Ad network and server Burst Media withdrew its IPO this week, joining the list of dot-coms avoiding the public markets.
In a letter to the SEC Monday, Burst Media chief executive G. Jarvis Coffin III said the offering was “no longer in the best interest of the company and its members … under the current volatile market conditions.”
In its May 23 filing, the company said it hoped to make $50 million from the sale. Burst, which would have traded publicly on the NASDAQ exchange under the symbol “BRSM,” said it planned to use the proceeds from the sale for general corporate purposes, including sales and marketing, advertising, new offices, research and development and possible acquisitions.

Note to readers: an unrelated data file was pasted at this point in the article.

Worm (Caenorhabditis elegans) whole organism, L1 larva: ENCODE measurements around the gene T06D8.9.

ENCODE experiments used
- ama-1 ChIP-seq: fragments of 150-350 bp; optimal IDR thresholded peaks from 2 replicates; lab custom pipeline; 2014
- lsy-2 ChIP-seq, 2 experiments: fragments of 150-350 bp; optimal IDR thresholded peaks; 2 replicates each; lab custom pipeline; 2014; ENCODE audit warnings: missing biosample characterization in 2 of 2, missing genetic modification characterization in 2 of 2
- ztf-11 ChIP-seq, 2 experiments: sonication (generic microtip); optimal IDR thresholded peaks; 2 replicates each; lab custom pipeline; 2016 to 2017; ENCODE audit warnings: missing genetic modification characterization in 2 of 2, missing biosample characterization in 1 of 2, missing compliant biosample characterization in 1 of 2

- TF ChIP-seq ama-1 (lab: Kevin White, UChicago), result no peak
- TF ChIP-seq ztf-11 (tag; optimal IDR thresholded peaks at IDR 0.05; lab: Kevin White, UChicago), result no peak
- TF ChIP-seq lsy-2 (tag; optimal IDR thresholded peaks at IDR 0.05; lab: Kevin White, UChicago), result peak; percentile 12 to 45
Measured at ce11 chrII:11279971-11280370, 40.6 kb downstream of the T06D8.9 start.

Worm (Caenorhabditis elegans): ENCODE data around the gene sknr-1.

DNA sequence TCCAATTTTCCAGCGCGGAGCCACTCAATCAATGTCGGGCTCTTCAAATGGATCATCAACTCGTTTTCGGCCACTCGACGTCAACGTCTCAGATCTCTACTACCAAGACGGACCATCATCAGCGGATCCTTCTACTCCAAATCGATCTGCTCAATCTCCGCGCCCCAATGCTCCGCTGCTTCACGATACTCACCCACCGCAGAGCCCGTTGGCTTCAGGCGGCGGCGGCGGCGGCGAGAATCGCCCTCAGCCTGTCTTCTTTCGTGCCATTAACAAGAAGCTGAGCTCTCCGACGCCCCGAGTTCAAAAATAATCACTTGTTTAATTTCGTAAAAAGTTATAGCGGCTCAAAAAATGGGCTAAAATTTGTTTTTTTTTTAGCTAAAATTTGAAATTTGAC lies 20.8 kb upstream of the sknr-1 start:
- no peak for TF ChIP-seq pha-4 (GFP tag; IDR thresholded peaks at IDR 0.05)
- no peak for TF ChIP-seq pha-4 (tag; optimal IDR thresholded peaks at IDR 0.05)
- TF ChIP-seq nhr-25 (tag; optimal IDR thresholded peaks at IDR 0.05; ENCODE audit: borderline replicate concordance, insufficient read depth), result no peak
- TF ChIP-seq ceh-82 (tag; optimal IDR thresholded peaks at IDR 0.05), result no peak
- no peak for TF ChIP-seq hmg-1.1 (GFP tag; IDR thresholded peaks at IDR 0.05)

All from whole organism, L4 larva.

Online ad and marketing companies have taken a pounding in the public markets since the April correction, with several industry leaders with propositions similar to Burst’s — namely DoubleClick and Engage — seeing their stock prices dwindling to nearly 85 to 95 percent off their 52-week highs, respectively.
Like those larger counterparts, Burlington, Mass.-based Burst operates a Web and e-mail ad network, and handles repping, serving and technology licensing. But the company specializes in niche, original content sites like The Lipstick Page that might not have the pageviews of larger sites repped by the larger networks. At last count, Burst had more than 3,000 sites.
According to its prospectus, the company ended 1999 with about $2.3 million in cash and an annual net loss of about $232,000, on annual revenues of $8.7 million.